A picture, as the saying goes, is worth a thousand words, but remember you’ve only got about a hundred pictures’ worth to work with in a novel, and the equivalent to fewer than eight pictures in a short story. Don’t waste them by trying to show every frakkin’ thing, or you’ll use up your word count before you reach the end of the story you want to tell.
Sometimes, it’s better by far to tell rather than show.
You — the kid in the back who just screamed, “Hersey!” and threw a copy of The Elements of Style in my general direction. You can leave now. Come back when you learn to listen and to participate politely in polite discussion. The rest of you settled in? Yes? Okay, then…
My fellow blogger Quintessential Editor (Am I the only person who thinks of a certain lengthy Robert Frost poem every time the word quintessential is mentioned? Yes? Oh, well… Here’s a warp-quote anyway: “I know the Quintessence of many things./I know the Quintessence of plot, I know/the Quintessence of setting, and I know/The Quintessence of pens, writers and readers.” If you want to read the original, for-real version, Google “How Hard It Is to Keep from Being King When It’s in You and in the Situation.” Yes, that’s the full title of the poem. Read it; it’s funny.) has a post about when it works better to show in fiction, and when it works better to tell, and why the choice is not an either/or thing. Rather, he says, show vs. tell is a scale… Read “Show vs. Tell & Intensity Scales” to find out what that means and how to apply it to your own writing.
Done with your reading assignment? Good. Now we can move on to the follow-up bit…
“But, Weaver,” says someone else, because of course the first kid had friends, “‘Show, don’t tell’ is, like, a Rule of Writing ™ and stuff! Writing that the protagonist drove a blue car is telling, which is bad writing; a good writer, a Real Writer ™, would show that the protagonist drove a blue car.”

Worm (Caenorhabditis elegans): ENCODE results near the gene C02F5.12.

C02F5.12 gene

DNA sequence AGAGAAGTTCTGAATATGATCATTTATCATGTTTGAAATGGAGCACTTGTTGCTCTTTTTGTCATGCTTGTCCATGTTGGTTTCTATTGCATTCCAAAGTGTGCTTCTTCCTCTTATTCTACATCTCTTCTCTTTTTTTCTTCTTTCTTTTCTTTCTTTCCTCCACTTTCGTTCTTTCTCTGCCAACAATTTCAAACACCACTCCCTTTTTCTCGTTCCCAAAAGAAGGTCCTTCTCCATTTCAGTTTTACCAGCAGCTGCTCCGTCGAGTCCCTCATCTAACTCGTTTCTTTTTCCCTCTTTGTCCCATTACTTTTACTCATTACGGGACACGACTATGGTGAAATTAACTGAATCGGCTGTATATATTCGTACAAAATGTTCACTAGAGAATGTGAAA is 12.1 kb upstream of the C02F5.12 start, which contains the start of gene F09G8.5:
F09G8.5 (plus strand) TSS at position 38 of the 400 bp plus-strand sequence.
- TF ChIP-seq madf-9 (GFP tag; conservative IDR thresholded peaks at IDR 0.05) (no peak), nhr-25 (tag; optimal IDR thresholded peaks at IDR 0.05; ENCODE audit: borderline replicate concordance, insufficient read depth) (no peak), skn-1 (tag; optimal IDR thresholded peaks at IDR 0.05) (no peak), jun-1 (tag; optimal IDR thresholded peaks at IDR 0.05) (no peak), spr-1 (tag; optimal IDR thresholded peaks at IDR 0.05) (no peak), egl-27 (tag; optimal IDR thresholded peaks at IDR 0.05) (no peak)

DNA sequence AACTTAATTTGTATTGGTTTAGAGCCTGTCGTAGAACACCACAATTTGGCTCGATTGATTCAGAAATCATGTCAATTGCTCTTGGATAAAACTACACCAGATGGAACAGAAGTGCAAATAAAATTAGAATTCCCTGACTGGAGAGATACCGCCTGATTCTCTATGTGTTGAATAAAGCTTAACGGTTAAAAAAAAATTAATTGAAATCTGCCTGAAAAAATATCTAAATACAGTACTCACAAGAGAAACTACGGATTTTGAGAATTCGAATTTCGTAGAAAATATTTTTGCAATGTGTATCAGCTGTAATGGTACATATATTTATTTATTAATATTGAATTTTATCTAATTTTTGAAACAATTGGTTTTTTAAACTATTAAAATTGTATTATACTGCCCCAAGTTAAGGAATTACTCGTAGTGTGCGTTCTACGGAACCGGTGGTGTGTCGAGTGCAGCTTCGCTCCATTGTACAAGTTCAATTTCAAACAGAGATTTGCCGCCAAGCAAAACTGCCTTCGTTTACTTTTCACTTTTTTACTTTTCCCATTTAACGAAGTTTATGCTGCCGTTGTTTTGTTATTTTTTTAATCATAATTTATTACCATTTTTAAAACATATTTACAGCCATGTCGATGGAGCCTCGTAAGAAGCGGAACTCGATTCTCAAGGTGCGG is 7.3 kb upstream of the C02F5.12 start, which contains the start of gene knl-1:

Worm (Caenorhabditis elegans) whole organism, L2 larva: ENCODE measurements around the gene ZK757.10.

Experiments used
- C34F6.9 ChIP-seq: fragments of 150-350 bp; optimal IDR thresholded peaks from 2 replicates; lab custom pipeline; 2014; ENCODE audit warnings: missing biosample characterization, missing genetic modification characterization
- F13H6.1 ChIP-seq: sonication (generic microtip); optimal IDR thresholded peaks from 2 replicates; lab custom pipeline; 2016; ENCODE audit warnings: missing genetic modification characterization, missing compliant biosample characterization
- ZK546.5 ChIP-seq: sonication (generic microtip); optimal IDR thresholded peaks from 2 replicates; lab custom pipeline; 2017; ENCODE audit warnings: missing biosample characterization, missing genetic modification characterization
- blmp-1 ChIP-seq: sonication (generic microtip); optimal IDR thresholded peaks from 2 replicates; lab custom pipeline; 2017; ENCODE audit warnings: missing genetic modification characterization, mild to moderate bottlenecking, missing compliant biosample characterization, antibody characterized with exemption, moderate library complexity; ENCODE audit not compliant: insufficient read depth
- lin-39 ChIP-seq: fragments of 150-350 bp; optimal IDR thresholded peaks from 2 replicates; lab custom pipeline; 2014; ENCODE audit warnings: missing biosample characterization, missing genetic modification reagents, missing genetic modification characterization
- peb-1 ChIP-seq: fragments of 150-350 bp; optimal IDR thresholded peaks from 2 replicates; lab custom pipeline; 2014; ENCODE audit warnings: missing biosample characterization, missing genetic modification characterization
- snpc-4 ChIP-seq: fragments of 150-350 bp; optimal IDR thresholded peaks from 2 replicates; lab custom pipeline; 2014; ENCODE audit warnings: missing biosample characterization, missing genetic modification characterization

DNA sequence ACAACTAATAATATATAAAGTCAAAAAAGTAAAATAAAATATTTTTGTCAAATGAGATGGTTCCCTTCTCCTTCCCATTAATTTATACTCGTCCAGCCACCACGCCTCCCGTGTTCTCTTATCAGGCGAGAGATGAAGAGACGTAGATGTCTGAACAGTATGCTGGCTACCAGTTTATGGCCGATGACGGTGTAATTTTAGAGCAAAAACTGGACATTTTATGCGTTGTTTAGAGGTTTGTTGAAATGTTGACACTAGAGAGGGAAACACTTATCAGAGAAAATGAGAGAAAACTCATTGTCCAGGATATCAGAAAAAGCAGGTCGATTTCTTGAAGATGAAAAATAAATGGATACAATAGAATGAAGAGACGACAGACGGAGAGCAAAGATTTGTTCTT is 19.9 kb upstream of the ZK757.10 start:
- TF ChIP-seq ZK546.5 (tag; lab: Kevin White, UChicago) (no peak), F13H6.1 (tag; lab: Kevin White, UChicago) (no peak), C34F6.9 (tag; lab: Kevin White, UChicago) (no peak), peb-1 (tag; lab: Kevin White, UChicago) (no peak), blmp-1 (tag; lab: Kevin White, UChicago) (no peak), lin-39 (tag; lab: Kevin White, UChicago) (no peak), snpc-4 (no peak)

First of all, kudos for figuring out voice inflection to indicate the trademark symbol — most people never develop that skill. Second, you’re excused from class if you’re in the middle of molting or whatever. Seriously, I’m not gonna make a parrot come to class when he or she is obviously not feeling well and thus not thinking clearly. Third, don’t bring crackers to class unless you brought enough to share with everyone.
Fourth — and this is where it gets important — some people take “Show, don’t tell” WAY too far. They’ll insist that the following sentence, for example, is telling: Jacob edged toward the now-sealed door, his heart thumping harder, his gun raised in a shaking hand. (I blame this sentence on a blog comment that reminded me of an all-too-common punctuation error made when quoting a famous poem by W. B. Yeats. It’s that kind of day.) How is that sentence telling rather than showing what the character feels? How should the writer show it, if this isn’t showing? Words, not literal pictures, are a writer’s tools, so yes, you can argue that all sentences are telling rather than showing, but if that’s how you define things, how the hell is any writer following the extreme interpretation of “Show, don’t tell”?
Anyone…? Anyone…? Bueller…?
Yeah, that’s what I thought.
Another fun fact about “Show, don’t tell” (aside from the fact that it needs a comma, I mean): Use of to be verbs (is, was, are, am, etc.) DOES NOT make a sentence telling instead of showing. (Not all uses of to be verbs are passive anyway. Read “It is raining… by zombies?” for an explanation of passive voice and an easy way to determine if you’re using it.) If you’ve been going around informing your fellow writers (or readers) that a writer who writes a sentence such as Sarah was singing downstairs when I got home is a Bad Writer because that’s a passive-voice sentence, you’re doing it wrong. You’re a zombie parrot, and not in a cool Monty Python way, either.
Don’t be a zombie parrot.
Remember that words aren’t pictures, no matter what they’re worth, and learn to make the best use of your chosen tools instead of trying to make them function as something else.